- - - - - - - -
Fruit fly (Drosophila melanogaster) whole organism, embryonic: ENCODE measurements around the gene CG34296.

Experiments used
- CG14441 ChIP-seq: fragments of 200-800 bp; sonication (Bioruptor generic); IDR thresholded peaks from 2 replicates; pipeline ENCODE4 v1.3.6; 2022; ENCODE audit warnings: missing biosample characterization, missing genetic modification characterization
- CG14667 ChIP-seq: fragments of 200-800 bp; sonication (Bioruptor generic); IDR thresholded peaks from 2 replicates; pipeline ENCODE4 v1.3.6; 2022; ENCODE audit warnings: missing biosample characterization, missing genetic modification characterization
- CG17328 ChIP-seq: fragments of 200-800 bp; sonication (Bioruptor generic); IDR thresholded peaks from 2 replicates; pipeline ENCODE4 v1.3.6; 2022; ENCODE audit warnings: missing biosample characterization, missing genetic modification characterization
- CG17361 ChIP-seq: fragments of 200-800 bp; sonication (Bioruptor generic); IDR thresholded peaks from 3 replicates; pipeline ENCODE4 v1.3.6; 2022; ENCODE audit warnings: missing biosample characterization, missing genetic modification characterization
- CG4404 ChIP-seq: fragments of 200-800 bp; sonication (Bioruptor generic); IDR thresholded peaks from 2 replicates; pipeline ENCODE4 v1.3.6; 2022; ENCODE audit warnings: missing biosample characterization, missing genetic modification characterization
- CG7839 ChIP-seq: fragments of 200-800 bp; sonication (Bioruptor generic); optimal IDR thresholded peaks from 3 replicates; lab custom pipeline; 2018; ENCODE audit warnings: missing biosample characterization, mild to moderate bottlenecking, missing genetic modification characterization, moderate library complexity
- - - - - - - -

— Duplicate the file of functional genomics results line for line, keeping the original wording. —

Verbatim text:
Fruit fly (Drosophila melanogaster) whole organism, embryonic: ENCODE measurements around the gene CG34296.

Experiments used
- CG14441 ChIP-seq: fragments of 200-800 bp; sonication (Bioruptor generic); IDR thresholded peaks from 2 replicates; pipeline ENCODE4 v1.3.6; 2022; ENCODE audit warnings: missing biosample characterization, missing genetic modification characterization
- CG14667 ChIP-seq: fragments of 200-800 bp; sonication (Bioruptor generic); IDR thresholded peaks from 2 replicates; pipeline ENCODE4 v1.3.6; 2022; ENCODE audit warnings: missing biosample characterization, missing genetic modification characterization
- CG17328 ChIP-seq: fragments of 200-800 bp; sonication (Bioruptor generic); IDR thresholded peaks from 2 replicates; pipeline ENCODE4 v1.3.6; 2022; ENCODE audit warnings: missing biosample characterization, missing genetic modification characterization
- CG17361 ChIP-seq: fragments of 200-800 bp; sonication (Bioruptor generic); IDR thresholded peaks from 3 replicates; pipeline ENCODE4 v1.3.6; 2022; ENCODE audit warnings: missing biosample characterization, missing genetic modification characterization
- CG4404 ChIP-seq: fragments of 200-800 bp; sonication (Bioruptor generic); IDR thresholded peaks from 2 replicates; pipeline ENCODE4 v1.3.6; 2022; ENCODE audit warnings: missing biosample characterization, missing genetic modification characterization
- CG7839 ChIP-seq: fragments of 200-800 bp; sonication (Bioruptor generic); optimal IDR thresholded peaks from 3 replicates; lab custom pipeline; 2018; ENCODE audit warnings: missing biosample characterization, mild to moderate bottlenecking, missing genetic modification characterization, moderate library complexity